Thursday, April 05, 2007
Kanan Makiya: The Iraqi George Formby?
The Iraqi Solzhenitsyn (a.k.a. Kanan Makiya) is peeved. "I want to look into myself, look at myself, delve into the assumptions I had going into the war," Kanan Makiya told the New York Times. But things are not quite as they seem. Makiya has no intention of looking into himself and delving "into the assumptions" he "had going into the war". Makiya must be worried that those comfy Sunday morning sofas, as seen on MSNBC and CNN (although the cavemen at Fox TV have a seat reserved for their favourite House Arab), are not quite as welcoming as they once were.
Ensconced in the Gulag of leafy Cambridge Massachusetts, the Mesopotamian Solzhenitsyn goes on: "Now it seems necessary to reflect on the society that has gotten itself into this mess. A question that looms more and more for me is: Just what did 30 years of dictatorship do to 25 million people?" Translation: Iraqis are to blame. The U.S. behemoth and its brainstormers-cum-armchair-stormtroopers freed the backward lot, but the Iraqis (pronounced Eye-rack-ees) were too tortured, too brutalised to do anything but sink into tribalism and sectarianism.
"It's not like I didn’t think about this," Makiya says, having not thought about this. "But nonetheless I allowed myself as an activist to put it aside in the hope that it could be worked through, or managed, or exorcised in a way that's not as violent as is the case now. That did not work out." This is Makiya as Solzhenitsyn plus vision: he saw it coming. Solzhenitsyn, however, would not have kept lips sealed and tongue inactive in some "hope" that things would work out for the best. No Solzhenitsyn this, but an Iraqi George Formby relating "Turned out nice again".
"There were failures at the level of leadership, and they’re overwhelmingly Iraqi failures. Sectarianism began there," Makiya says of the Iraqi Governing Council, nicely omitting the uncomfortable fact that the Iraqi Governing Council was appointed by the U.S. at a time when Iraqis were advocating full democratic elections - elections the U.S. had hoped to delay indefinitely until Ahmad Chalabi or some Chalabi-like creature could be found to play the puppet.
"Everything they could do wrong, they did wrong," Makiya said, finding just enough blame to stretch to the neoconservative imperialists. "The first and the biggest American error was the idea of going for an occupation," Makiya points out, with straight face and no hint of tongue deeply embedded in cheek. You see, the U.S. never intended to occupy Iraq. It just worked out that way. Unintended consequences and all that. A bit like the British Empire really, don’t you know, old boy!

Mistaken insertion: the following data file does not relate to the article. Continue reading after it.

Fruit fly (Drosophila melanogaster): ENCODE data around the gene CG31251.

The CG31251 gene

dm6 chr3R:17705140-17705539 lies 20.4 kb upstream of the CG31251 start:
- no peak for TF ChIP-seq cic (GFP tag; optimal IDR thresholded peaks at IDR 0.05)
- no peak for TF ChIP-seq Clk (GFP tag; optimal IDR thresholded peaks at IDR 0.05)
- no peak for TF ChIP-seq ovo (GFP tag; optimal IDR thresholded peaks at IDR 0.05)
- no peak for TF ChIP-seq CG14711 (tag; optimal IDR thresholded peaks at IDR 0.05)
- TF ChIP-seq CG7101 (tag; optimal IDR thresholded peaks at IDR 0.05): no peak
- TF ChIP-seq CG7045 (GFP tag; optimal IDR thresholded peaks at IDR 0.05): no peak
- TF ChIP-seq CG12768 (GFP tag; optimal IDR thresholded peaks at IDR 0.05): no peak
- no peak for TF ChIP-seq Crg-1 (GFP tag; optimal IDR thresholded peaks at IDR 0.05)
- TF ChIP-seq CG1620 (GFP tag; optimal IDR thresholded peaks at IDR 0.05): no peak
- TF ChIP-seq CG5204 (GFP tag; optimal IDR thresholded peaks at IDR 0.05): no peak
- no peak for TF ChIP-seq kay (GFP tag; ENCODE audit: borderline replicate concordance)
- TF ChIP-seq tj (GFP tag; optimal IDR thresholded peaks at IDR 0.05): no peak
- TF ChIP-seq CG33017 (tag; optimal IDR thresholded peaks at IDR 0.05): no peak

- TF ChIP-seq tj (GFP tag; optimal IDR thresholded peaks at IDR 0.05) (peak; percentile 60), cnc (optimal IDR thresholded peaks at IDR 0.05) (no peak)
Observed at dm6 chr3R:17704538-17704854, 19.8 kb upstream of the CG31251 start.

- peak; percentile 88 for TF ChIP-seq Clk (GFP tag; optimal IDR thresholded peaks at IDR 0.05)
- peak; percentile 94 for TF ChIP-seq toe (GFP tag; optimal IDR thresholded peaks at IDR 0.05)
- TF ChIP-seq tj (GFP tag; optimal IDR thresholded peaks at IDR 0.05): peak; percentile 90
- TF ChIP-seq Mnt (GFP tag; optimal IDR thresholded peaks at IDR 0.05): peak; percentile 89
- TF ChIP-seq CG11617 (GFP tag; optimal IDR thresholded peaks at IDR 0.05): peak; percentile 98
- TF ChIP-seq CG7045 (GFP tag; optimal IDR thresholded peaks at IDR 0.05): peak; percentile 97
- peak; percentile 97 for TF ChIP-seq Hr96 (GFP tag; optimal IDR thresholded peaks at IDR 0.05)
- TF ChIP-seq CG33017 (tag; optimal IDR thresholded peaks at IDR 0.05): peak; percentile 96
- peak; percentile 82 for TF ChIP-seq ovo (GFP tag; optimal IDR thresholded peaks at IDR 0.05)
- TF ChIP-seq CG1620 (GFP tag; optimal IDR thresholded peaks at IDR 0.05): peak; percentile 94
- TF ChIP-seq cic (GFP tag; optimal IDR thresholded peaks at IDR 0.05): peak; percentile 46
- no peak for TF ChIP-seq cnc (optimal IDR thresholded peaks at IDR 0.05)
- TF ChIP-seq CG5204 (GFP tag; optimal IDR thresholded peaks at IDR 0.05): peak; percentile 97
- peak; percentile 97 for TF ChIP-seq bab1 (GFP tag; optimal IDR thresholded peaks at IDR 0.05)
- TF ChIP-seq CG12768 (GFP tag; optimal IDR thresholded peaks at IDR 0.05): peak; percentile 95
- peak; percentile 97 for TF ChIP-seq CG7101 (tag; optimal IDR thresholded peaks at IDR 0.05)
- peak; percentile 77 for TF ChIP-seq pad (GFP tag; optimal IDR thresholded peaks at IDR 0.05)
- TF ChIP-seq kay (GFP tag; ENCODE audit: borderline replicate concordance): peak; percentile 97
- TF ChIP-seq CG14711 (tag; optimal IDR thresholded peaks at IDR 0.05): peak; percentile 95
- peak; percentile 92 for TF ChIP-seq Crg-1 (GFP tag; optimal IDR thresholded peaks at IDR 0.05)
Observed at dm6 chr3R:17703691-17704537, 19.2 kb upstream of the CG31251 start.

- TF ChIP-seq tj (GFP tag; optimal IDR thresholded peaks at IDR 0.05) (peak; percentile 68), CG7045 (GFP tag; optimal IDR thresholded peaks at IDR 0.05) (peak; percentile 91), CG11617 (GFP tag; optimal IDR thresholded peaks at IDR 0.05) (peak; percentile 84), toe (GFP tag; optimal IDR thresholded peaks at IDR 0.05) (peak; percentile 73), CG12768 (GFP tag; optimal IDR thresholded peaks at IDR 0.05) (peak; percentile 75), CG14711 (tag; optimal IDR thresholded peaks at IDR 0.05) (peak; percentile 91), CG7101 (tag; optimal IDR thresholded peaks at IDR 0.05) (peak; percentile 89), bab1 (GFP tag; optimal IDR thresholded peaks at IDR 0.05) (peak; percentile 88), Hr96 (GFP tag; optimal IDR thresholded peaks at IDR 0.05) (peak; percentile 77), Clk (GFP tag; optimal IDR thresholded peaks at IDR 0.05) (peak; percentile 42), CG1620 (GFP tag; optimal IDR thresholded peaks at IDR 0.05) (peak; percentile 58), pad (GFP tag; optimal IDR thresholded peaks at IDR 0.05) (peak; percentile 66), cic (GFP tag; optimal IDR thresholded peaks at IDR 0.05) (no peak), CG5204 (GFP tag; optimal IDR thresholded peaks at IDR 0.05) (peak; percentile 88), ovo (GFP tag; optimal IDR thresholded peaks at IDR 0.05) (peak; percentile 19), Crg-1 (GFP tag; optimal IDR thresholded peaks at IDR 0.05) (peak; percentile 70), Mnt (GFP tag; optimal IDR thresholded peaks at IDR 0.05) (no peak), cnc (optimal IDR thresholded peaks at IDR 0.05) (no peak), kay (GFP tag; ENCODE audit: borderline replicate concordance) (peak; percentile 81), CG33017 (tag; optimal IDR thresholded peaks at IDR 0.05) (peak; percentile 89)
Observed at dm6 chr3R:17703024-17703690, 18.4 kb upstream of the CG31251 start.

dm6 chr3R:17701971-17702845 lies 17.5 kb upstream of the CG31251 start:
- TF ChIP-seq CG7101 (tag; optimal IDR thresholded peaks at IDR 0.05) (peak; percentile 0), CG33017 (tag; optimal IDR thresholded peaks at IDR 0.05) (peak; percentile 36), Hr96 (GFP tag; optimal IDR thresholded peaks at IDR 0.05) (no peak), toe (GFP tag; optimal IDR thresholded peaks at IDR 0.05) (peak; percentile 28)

The NYT informs us of Makiya’s latest sojourns into further and deeper madness: "Last summer, Makiya, who studied architecture at the Massachusetts Institute of Technology, proposed a sweeping urban renewal project to Iraqi officials on a trip to Baghdad. The idea was to create, in the heart of the city, a pedestrians-only green space." The genius of it! If one was to build a "pedestrians-only green space", car bombs would become, overnight, automatically redundant. Perhaps Makiya Associates, previously builders of Baath Party HQ and the Ceremonial Parade Grounds in Tikrit, would like the contract?
"You're talking about a massive rethinking of the city," Makiya said, waving his hand across a satellite map of Baghdad hanging on one wall. "Someone has to keep dreaming," the mad Iraqi George Formby ranted.
The NYT reports the fantastic adventures of the Iraqi Solzhenitsyn, sans banjo: "Makiya had travelled to Baghdad intending to make his pitch to Prime Minister Nuri Kamal al-Maliki. But he met with lower-level officials instead." Makiya himself says: "There was terrible stuff going on in Baghdad, and one did not feel right making a full presentation" of a "pedestrians-only green space" in the heart of a city beset with sectarian cleansing, with blood soaking the streets, and civil war threatening to engulf the region. The Iraqi Solzhenitsyn had to travel to Baghdad to realise this.
"People shouldn’t feel the need to apologize. What is there to apologize for?" said the Iraqi Solzhenitsyn-cum-Formby. The NYT reporter packed his spiral-pad and left. The Iraqi George Formby stared into his glass of red wine, no banjo in sight. No one associated with mental health in Massachusetts arrived with a straitjacket.